#6  
Old August 4th 03, 02:42 AM
K30a
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Default pond filter

If we want to get really technical a bog is a body of water through which no
water moves. The frog bog is a bog. And when Heidi goes tromping through it and
gets covered in bog mud --- oh-my-gawd, the smell is out of this world.
The mud and mulm that is caught in the mech/bio/veggie filter for the pond
smells river sweet when we clean it.


k30a
and the watergardening labradors
http://www.geocities.com/watergarden...ors/index.html
  #7  
Old August 4th 03, 04:53 PM
MattR
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Default pond filter



Iain Miller wrote:

... I've read of people
using chopped up drinking straws - but I think it would be quite a loabour
intensive thing to try & do!


I bought 25,000 straws for $35 and didn't chop them up. I alligned them
so the water went through them. It's working great now. I can now see
everyting in my pond whereas I used to only see down a few inches. But
it did take time and I'm still figuring out what I need to do. I added
bacteria starter but also added quite a bit of potash, epsom salts, and
iron. So I'm not sure what the deal is but I'm enjoying the clear water.

I tried a veggie filter before this and I just wasted a bunch of money
on plants that died. I'm not saying veggie filters don't work but I
think it's more complicated than what people say.

Matt

  #8  
Old August 5th 03, 07:00 PM
BenignVanilla
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Posts: n/a
Default pond filter


"RichToyBox" wrote in message
news:[email protected]
BV,

Your VF is a combination bio-mechanical and veggie filter. The roots on

the
plants act as strainers for the mechanical filtration, and they also act

as
surfaces, along with the liner, any submerged rocks, etc. as a place for

the
bacteria of the biological filtration. Then they also remove the

nutrients
created by the bio filter. A nice large filter needs little cleaning, but
you do have plans to vacuum out the veggie filter once or twice a year,
don't you? It is a matter of size.

snip

Shhh...Don't ruin my fun.

BV.


  #9  
Old August 5th 03, 09:25 PM
MattR
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Posts: n/a
Default pond filter



BenignVanilla wrote:

I tried a veggie filter before this and I just wasted a bunch of money



I am interested to hear more about this, as my VF is my only filtration.


Long story short: I built a 1300 gallon pond with 2 small koi and 4
shibunkin late one year. Pea green soup. Year 2: VF sounds good so I
added a 10' long stream full of lava rock and pea gravel with the intent
of filling it with plants. It plugged up in less than a month. Tore it
all out. Bought 15-20 iris, a few taro, and some other cool looking
plants on line, a bunch of mesh pots, lots of hyacinth, put the whole
thing in the pond. Yellow hyacinth, yellow iris, one taro going crazy.
*Green* water. If people say you need to dip hyacinth in fertilizer tank
when they turn yellow how can they possibly be filtering the pond? Check
water, add iron and potash and epsom salts. Remember, 2 small koi and 4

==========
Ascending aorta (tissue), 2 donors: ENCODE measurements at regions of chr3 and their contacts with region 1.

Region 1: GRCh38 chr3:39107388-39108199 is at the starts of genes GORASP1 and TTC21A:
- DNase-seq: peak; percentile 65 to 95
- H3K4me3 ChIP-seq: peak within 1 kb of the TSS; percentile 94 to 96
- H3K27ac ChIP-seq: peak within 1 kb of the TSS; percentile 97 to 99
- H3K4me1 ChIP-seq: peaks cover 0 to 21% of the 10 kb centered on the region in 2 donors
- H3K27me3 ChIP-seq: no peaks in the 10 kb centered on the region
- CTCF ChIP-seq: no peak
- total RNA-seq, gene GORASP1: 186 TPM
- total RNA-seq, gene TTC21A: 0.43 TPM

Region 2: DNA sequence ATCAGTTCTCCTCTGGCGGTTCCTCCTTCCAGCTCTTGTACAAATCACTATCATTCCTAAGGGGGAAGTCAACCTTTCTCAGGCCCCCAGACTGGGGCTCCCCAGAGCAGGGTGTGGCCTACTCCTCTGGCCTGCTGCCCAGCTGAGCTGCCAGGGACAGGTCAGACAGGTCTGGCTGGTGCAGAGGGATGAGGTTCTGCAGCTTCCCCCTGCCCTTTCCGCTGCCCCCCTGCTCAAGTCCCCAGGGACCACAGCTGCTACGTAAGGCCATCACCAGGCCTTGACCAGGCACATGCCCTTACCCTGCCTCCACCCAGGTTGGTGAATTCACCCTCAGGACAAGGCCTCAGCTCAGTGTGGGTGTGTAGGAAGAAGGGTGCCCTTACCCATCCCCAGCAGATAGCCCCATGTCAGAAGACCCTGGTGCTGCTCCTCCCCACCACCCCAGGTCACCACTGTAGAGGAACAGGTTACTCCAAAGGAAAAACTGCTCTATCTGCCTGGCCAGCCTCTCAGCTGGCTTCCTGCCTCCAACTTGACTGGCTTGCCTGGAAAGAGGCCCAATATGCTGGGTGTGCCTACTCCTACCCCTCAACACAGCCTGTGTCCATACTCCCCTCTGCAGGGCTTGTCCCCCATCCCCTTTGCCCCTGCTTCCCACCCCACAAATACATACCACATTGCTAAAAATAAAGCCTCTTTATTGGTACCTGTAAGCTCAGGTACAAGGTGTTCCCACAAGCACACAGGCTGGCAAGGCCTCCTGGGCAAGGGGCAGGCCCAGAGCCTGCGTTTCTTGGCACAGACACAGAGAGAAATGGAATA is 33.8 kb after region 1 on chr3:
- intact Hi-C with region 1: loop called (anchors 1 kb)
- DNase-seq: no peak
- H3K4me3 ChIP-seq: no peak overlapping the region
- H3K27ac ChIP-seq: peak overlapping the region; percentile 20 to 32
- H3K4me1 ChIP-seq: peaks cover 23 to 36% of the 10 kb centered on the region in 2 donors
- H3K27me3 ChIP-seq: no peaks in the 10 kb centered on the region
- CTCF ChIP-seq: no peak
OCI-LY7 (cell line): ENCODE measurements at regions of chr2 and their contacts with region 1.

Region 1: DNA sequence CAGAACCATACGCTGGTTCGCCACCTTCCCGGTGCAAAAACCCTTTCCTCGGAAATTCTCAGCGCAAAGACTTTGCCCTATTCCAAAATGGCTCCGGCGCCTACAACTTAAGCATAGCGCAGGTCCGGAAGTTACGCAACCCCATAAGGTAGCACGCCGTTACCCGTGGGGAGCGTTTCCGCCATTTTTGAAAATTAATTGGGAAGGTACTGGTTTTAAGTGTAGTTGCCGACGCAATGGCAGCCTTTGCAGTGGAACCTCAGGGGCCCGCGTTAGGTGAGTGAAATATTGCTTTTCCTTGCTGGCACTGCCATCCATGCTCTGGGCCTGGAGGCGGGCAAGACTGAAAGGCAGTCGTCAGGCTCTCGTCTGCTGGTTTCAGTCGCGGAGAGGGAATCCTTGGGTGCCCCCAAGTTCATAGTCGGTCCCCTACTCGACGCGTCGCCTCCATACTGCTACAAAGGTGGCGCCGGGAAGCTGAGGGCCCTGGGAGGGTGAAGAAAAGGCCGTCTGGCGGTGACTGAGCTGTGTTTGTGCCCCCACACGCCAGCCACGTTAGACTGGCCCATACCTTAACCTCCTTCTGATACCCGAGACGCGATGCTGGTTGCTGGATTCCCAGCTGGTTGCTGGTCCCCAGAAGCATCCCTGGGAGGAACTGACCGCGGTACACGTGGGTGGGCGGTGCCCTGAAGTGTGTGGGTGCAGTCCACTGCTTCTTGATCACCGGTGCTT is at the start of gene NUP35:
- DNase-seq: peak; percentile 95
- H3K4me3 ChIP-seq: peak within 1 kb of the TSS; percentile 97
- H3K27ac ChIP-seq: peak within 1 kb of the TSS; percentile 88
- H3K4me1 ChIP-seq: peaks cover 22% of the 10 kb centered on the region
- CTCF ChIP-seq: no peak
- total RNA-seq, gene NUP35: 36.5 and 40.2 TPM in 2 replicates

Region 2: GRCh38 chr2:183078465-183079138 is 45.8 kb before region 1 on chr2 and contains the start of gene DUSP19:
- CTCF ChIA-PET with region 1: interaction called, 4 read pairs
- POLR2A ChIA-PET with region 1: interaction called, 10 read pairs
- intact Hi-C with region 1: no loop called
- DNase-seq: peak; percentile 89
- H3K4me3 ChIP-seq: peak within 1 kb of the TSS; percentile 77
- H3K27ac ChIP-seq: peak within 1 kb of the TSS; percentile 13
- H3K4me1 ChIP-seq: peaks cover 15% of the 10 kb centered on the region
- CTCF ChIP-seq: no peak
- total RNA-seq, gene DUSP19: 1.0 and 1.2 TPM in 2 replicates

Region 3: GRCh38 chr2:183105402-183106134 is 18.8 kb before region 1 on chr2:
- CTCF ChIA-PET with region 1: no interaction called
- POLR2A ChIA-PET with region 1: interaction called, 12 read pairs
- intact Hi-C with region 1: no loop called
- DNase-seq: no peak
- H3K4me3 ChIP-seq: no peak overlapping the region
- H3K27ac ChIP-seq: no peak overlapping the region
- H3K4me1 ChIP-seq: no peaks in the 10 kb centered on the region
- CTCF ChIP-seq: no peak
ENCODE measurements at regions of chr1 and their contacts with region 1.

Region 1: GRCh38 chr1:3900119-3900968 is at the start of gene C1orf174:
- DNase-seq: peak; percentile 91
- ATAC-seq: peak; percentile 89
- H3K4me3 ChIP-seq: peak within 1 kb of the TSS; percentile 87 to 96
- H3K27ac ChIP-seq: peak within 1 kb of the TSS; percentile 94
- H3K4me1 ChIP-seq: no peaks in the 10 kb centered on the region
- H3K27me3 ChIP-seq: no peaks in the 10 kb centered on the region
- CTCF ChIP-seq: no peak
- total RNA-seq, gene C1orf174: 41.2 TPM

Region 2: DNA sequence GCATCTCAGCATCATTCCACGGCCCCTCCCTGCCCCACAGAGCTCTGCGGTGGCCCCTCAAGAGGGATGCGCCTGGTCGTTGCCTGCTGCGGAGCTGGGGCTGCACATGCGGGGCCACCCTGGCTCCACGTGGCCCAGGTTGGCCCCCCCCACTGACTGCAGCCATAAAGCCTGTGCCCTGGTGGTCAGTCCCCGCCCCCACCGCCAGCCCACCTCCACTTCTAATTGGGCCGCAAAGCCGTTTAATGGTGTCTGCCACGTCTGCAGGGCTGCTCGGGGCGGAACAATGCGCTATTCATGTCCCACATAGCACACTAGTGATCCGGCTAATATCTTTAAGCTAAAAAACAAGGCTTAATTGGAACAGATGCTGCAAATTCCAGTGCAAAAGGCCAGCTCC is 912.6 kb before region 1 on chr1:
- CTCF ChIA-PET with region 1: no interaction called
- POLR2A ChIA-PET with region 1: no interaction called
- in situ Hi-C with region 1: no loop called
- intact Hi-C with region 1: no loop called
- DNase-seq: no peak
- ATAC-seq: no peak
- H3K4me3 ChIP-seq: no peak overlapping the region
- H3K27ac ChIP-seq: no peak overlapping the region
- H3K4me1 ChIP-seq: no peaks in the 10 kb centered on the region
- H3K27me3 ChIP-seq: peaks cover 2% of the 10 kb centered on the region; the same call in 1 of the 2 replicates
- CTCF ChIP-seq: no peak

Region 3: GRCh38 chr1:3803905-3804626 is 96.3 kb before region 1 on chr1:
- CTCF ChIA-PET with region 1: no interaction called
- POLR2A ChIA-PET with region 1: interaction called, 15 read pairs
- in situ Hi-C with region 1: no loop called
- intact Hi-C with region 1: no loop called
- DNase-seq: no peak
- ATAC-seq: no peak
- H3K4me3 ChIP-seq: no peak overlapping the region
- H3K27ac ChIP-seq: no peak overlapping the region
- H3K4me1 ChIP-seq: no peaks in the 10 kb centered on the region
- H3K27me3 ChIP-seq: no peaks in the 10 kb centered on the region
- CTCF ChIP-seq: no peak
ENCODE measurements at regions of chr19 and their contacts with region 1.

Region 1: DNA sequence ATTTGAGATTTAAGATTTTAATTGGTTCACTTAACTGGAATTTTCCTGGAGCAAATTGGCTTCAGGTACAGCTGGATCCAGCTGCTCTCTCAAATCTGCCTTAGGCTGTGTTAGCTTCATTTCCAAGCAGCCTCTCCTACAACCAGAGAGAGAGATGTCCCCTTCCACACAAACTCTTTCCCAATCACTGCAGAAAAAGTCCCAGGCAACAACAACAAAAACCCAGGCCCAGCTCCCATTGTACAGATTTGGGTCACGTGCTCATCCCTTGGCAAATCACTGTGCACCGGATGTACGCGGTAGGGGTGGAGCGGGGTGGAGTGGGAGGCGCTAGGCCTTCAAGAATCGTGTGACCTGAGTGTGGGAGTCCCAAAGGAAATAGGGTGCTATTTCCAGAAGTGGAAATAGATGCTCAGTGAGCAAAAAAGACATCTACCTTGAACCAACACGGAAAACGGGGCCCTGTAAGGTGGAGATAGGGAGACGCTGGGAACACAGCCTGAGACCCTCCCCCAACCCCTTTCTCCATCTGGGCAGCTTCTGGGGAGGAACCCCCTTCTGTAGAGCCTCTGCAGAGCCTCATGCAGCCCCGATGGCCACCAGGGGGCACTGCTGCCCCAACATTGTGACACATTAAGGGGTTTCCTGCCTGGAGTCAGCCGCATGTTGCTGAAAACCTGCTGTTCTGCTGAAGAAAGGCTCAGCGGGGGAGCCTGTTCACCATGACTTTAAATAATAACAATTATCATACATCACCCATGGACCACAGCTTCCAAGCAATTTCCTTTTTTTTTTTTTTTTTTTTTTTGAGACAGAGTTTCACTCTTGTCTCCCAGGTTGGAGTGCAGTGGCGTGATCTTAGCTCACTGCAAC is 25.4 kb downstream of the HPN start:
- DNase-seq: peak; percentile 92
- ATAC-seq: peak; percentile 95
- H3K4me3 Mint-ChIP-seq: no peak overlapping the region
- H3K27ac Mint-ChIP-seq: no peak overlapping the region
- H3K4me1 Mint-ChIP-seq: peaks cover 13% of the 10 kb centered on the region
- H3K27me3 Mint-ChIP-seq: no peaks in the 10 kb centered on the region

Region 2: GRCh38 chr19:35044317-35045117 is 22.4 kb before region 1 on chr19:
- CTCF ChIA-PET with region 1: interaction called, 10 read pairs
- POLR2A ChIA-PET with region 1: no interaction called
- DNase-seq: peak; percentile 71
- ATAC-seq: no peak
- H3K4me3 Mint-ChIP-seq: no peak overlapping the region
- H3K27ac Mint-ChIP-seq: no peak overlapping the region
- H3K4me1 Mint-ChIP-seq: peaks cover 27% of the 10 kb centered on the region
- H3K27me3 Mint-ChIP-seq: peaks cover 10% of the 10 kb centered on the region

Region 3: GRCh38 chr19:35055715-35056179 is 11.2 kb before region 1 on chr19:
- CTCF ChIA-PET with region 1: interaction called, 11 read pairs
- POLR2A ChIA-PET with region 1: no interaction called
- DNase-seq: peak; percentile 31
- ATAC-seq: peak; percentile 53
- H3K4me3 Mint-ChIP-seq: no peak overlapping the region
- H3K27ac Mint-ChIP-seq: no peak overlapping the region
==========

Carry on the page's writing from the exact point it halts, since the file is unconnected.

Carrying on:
shibunkin in 1300 gallons. Sad plants, sad hyacinth, green water.
Shibunkin have babies. Lots of babies. Good news is fish couldn't care
less about green water. Year 3: Added big air pump to circulate water
like you wouldn't believe (fun watching fish swim up stream!). No
change. Add lots of surface area in pond. Fish happy, water green, sick
plants. 40-50 small shibunkin. Went camping. Considered ripping out the
whole thing except the water fall sounded nice. Year 4: Shibunkin
getting mid size. Pulled air pump. Decide I need a lot of surface area
so I get 110 lbs of beany baby beads real cheap, along with a stock
tank. Beads clog with green slime in 2 weeks. Will be selling lots of
beads soon on ebay. Buy 25000 drinking straws cheap and add 16 sq ft of
quilt batting for a prefilter that I rinse out every other week. That
was May. Now, water so clear I can see fish shadows on the bottom of the
pond. The plants are growing this year, although not as much as I'd
like. And guess what? More babies.

So, biological filters do a lot more than remove ammonia. Full sun will
not cause algae. Plants need more than fish waste, epsom salts, and
potash to grow. Clear ponds need lots of nutrients in them if the plants
are to grow. Lots of filter designs on the net will plug. I don't know
what biological filters do and I don't know what pond plants need. I
suspect the filters have a byproduct that kills the algae and from there
added nutrients go to the plants, but I'm not sure. Pond plants (or a
VF) might *require* a large fish load or added fertilizer.

People may tell you what works for them but it might not work for you
because, I suspect, people don't know what's going on in their own
ponds. However, pond store people know less so I'd stick with rec.ponds,
and add a grain of salt.

Matt

  #10  
Old August 5th 03, 09:57 PM
K30a
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Default pond filter


MattR I don't know
what biological filters do

They turn fish waste into fertilizer for the plants *and* for the algae.

Our problem, we ornamental garden ponders, is that we usually get carried away.
More plants, more fish, more feeding the darling fish, more fertilizing for
more blooms. More, more, more!!

I think the pond rarely has time to catch up
before we add or substract something new. :-)




k30a
and the watergardening labradors
http://www.geocities.com/watergarden...ors/index.html